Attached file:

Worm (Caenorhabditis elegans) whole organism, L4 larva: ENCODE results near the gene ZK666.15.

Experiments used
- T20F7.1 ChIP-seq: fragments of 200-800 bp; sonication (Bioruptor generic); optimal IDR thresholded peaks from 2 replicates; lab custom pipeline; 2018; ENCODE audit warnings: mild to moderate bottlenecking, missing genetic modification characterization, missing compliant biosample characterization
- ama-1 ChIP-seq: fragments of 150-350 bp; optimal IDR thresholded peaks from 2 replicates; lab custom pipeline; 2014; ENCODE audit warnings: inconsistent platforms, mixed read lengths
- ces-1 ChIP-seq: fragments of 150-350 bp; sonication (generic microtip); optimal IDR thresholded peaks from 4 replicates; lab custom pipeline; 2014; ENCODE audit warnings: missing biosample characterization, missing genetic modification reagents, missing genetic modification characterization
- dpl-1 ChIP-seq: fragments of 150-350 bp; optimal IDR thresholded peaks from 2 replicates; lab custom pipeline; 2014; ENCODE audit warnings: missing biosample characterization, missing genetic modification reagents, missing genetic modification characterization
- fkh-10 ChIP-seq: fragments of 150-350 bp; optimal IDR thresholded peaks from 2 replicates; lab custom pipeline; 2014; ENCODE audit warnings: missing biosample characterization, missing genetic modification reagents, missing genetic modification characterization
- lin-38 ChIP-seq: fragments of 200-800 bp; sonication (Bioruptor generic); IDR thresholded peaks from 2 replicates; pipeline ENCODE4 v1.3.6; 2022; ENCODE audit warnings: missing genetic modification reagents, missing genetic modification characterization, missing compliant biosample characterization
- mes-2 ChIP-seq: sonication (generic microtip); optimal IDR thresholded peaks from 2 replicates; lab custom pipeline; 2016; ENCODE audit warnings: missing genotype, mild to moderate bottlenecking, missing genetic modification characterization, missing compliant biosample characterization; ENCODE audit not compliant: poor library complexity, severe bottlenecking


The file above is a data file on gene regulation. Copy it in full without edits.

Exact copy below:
Worm (Caenorhabditis elegans) whole organism, L4 larva: ENCODE results near the gene ZK666.15.

Experiments used
- T20F7.1 ChIP-seq: fragments of 200-800 bp; sonication (Bioruptor generic); optimal IDR thresholded peaks from 2 replicates; lab custom pipeline; 2018; ENCODE audit warnings: mild to moderate bottlenecking, missing genetic modification characterization, missing compliant biosample characterization
- ama-1 ChIP-seq: fragments of 150-350 bp; optimal IDR thresholded peaks from 2 replicates; lab custom pipeline; 2014; ENCODE audit warnings: inconsistent platforms, mixed read lengths
- ces-1 ChIP-seq: fragments of 150-350 bp; sonication (generic microtip); optimal IDR thresholded peaks from 4 replicates; lab custom pipeline; 2014; ENCODE audit warnings: missing biosample characterization, missing genetic modification reagents, missing genetic modification characterization
- dpl-1 ChIP-seq: fragments of 150-350 bp; optimal IDR thresholded peaks from 2 replicates; lab custom pipeline; 2014; ENCODE audit warnings: missing biosample characterization, missing genetic modification reagents, missing genetic modification characterization
- fkh-10 ChIP-seq: fragments of 150-350 bp; optimal IDR thresholded peaks from 2 replicates; lab custom pipeline; 2014; ENCODE audit warnings: missing biosample characterization, missing genetic modification reagents, missing genetic modification characterization
- lin-38 ChIP-seq: fragments of 200-800 bp; sonication (Bioruptor generic); IDR thresholded peaks from 2 replicates; pipeline ENCODE4 v1.3.6; 2022; ENCODE audit warnings: missing genetic modification reagents, missing genetic modification characterization, missing compliant biosample characterization
- mes-2 ChIP-seq: sonication (generic microtip); optimal IDR thresholded peaks from 2 replicates; lab custom pipeline; 2016; ENCODE audit warnings: missing genotype, mild to moderate bottlenecking, missing genetic modification characterization, missing compliant biosample characterization; ENCODE audit not compliant: poor library complexity, severe bottlenecking